Female Friendships

Booksplus Discussion, Sunday Nov. 2 at 2: Miss Dreamsville and the Collier County Women's Literary Society

What happens when an energetic, middle-aged Bostonian moves to a sleepy town in Florida in 1962? First, she starts a radio show under the persona of Miss Dreamsville and secondly forms a book club. Ex-Bostonian Jackie Hart starts a ruckus when she invites people of other races and sexual persuasions to the club in a decidedly racist, homophobic town where a divorcee is considered socially-risque and improper.

Narrated by a lovable octagenerian, Dora, who does not fit into Naples herself, this novel discusses important issues such as racism, feminism, and homophobia while presenting an interesting mix of characters. With a backdrop of serious and important issues, it provides a humorous and entertaining read.

In her debut novel Amy Hearth manages to take on both the Ku Klux Klan, North versus South, the nature of community, and newcomer angst to Naples, Florida.

Those Rollicking 1920s

Interested in all the hoopla surrounding The Great Gatsby? If this new flick has spurned your interest in 1920s New York, The Other Typist is the book for you. Talk about unreliable narrators. Rose Baker, a former orphan & Catholic schoolgirl, has joined the new wave of women working where men only used to work—big city police stations.

And even though she is still doing women’s work—stenography & typing--she’s listening to risqué and bad language-spiced stories from speakeasy gangsters and murderers including one serial killer who offs several wives in a row for their money. They each end up drowned in the bathtub, yet he keeps convincing juries that he is innocent.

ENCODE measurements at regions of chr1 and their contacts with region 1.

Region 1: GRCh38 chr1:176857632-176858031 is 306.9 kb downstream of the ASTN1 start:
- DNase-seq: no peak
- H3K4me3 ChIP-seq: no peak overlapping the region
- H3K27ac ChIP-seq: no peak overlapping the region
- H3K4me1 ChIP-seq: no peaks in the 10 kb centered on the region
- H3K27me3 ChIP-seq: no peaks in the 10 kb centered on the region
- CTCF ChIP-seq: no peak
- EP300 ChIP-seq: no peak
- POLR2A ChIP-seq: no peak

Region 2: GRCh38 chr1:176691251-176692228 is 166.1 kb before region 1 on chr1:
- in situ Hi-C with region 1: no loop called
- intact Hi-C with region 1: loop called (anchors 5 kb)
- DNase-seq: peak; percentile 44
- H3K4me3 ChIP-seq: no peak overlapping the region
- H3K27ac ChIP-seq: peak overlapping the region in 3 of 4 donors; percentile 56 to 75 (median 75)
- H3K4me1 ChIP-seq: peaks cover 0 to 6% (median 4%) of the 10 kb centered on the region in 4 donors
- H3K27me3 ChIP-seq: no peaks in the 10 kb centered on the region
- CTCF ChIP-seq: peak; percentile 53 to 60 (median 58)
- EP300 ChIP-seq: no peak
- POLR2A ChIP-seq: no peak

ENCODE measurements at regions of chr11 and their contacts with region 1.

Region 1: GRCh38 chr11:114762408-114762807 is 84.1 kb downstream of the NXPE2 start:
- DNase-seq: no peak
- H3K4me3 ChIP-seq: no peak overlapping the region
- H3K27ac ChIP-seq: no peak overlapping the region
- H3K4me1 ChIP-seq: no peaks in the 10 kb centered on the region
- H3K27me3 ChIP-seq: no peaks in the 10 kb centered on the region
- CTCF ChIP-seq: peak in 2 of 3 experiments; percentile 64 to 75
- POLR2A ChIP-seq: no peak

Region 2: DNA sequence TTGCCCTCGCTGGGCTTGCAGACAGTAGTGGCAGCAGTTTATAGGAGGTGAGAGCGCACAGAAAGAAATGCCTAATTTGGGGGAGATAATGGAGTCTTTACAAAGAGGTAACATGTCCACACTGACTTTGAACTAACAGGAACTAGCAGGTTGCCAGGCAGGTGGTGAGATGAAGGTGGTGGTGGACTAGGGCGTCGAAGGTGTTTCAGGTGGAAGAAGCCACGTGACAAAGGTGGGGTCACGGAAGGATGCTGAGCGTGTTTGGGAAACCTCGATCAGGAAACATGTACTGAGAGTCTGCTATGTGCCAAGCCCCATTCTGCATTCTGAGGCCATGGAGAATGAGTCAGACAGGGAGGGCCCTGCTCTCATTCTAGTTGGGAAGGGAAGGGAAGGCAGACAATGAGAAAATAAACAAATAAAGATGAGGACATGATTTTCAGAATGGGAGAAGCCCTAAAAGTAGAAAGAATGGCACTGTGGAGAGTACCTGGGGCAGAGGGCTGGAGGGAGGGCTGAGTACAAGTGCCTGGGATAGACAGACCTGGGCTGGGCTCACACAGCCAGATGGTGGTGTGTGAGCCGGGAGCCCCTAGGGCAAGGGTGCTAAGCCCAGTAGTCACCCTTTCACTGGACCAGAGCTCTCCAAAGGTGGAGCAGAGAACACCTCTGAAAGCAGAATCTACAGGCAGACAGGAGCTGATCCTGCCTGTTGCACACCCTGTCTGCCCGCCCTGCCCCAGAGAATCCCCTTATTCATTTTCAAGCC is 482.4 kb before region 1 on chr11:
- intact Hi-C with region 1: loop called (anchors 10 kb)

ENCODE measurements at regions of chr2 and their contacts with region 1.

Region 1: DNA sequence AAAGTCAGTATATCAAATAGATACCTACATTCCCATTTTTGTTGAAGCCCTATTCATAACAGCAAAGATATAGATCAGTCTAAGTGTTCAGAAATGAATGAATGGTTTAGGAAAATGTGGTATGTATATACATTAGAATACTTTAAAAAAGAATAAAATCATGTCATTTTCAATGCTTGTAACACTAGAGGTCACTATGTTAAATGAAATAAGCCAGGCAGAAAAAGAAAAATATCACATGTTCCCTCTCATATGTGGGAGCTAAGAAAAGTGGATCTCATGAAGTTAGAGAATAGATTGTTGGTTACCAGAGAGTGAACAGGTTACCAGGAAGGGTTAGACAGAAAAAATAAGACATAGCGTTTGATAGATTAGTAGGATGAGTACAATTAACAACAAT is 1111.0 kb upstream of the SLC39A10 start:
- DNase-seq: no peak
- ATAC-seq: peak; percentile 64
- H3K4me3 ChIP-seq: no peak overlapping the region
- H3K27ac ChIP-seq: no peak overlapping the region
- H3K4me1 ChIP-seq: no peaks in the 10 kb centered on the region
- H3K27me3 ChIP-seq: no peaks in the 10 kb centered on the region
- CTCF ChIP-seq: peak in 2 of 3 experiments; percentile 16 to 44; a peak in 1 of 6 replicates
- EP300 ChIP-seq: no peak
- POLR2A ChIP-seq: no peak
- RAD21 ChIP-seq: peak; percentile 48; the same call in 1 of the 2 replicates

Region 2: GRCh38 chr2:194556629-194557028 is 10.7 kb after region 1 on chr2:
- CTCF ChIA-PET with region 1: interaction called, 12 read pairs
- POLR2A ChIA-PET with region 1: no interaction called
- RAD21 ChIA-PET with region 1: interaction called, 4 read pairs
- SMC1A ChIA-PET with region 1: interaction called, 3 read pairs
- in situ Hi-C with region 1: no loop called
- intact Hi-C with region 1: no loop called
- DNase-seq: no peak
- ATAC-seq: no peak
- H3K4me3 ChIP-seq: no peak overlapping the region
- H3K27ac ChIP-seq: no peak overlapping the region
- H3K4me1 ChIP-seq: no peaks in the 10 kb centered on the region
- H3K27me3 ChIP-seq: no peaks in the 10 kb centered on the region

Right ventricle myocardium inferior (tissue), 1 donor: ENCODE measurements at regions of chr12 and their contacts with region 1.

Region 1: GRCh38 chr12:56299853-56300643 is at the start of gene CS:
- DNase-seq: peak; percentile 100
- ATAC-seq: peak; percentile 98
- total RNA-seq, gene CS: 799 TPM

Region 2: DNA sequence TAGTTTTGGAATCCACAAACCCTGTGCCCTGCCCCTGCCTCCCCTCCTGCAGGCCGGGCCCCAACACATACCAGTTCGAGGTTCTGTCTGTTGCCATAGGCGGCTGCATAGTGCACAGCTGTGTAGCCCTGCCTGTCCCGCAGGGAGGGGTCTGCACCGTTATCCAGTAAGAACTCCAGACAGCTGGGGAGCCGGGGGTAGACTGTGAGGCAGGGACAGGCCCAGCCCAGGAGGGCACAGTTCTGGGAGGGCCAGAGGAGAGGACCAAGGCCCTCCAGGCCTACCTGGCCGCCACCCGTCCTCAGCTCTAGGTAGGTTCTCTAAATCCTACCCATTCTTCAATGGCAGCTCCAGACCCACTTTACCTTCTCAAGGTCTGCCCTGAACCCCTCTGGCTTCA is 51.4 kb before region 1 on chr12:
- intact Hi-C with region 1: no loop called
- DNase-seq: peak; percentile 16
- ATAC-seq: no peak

Strong and stoic as Rose is, she soon becomes mesmerized by the new (somewhat incompetent) typist, Odalie, who is beautiful, rich, and ever so modern. She bobs her hair, wears the new slinky dresses with long beads, and is not afraid to make her own way in the world, including visiting the aforementioned speakeasies. But where does Odalie get her money? And is the daddy who pays her rent really her daddy?

Sparkle in the Wreckage

ImageIs there any going back once a world has become a dystopia? That's what I kept wondering as I read my first two books from the new batch of Rosie Award nominees. Libba Bray's Beauty Queens is set in the near future and concerns thirteen survivors of a plane crash on a tropical island. They also just happen to be contestants in the Miss Teen Dream beauty contest, sponsored by The Corporation, a company whose ubiquity in media and the marketplace make them a not-unfamiliar behind-the-scenes corporate dictatorship. Divergent, by Veronica Roth, is set in a much less-familiar future Chicago.

February Books Plus

Silver Sparrow"My father, James Witherspoon, is a bigamist" is the shocking opening line of Silver Sparrow by Tayari Jones. This memorable novel is set in Atlanta in the mid-80s and unwraps the themes of family, love and loyalty often with some painful results.  Two half-sisters are caught in the middle of the two families, one secret and one public. 

Books Plus has been on a mini-break over the holidays, but the first book discussion of the year will take place next Sunday. Please join us on February 3rd to discuss this raw and memorable novel.

 

Books Plus meets the first Sunday of each month. All are welcome. Join the discussion or simply come to listen.

No registration necessary. Drop in.

2 p.m., First Sundays

Dreams of Significant Girls - Not Building Romans

ImageEvery reader knows that once in a while, you come across a strange word, often from another language. This word may take hold of your imagination because it looks or sounds so weird, or you might be exposed to it over years and years in the most disconnected contexts, until you just have to look it up. Such is the word Bildungsroman.

Through Another's Eyes

Out of My MindOne of the great things about good books is that they can reveal life through another person's eyes.  That revelation is especially engaging when the character has some barrier to ordinary self expression.  I recently read two fine books that offer fresh perspectives on school and life in general from characters who have trouble communicating with the world. 

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